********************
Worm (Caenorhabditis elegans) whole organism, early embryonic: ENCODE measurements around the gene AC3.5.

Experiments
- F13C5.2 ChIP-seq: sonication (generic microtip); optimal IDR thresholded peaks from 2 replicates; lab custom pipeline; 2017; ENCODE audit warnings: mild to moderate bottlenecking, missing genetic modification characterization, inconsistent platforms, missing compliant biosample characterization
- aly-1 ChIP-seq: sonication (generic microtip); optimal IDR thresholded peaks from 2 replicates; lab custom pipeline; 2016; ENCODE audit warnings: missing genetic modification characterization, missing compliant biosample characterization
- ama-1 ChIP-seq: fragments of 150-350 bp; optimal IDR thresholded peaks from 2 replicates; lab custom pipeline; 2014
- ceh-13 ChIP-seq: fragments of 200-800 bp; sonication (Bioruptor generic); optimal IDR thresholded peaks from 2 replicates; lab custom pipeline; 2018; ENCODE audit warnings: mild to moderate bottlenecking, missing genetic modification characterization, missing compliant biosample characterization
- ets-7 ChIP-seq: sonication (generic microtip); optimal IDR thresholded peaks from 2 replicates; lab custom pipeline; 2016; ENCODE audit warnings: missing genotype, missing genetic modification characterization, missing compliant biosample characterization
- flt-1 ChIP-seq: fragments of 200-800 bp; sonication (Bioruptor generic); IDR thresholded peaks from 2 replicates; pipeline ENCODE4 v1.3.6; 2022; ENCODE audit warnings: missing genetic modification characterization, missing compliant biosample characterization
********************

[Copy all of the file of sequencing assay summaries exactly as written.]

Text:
Worm (Caenorhabditis elegans) whole organism, early embryonic: ENCODE measurements around the gene AC3.5.

Experiments
- F13C5.2 ChIP-seq: sonication (generic microtip); optimal IDR thresholded peaks from 2 replicates; lab custom pipeline; 2017; ENCODE audit warnings: mild to moderate bottlenecking, missing genetic modification characterization, inconsistent platforms, missing compliant biosample characterization
- aly-1 ChIP-seq: sonication (generic microtip); optimal IDR thresholded peaks from 2 replicates; lab custom pipeline; 2016; ENCODE audit warnings: missing genetic modification characterization, missing compliant biosample characterization
- ama-1 ChIP-seq: fragments of 150-350 bp; optimal IDR thresholded peaks from 2 replicates; lab custom pipeline; 2014
- ceh-13 ChIP-seq: fragments of 200-800 bp; sonication (Bioruptor generic); optimal IDR thresholded peaks from 2 replicates; lab custom pipeline; 2018; ENCODE audit warnings: mild to moderate bottlenecking, missing genetic modification characterization, missing compliant biosample characterization
- ets-7 ChIP-seq: sonication (generic microtip); optimal IDR thresholded peaks from 2 replicates; lab custom pipeline; 2016; ENCODE audit warnings: missing genotype, missing genetic modification characterization, missing compliant biosample characterization
- flt-1 ChIP-seq: fragments of 200-800 bp; sonication (Bioruptor generic); IDR thresholded peaks from 2 replicates; pipeline ENCODE4 v1.3.6; 2022; ENCODE audit warnings: missing genetic modification characterization, missing compliant biosample characterization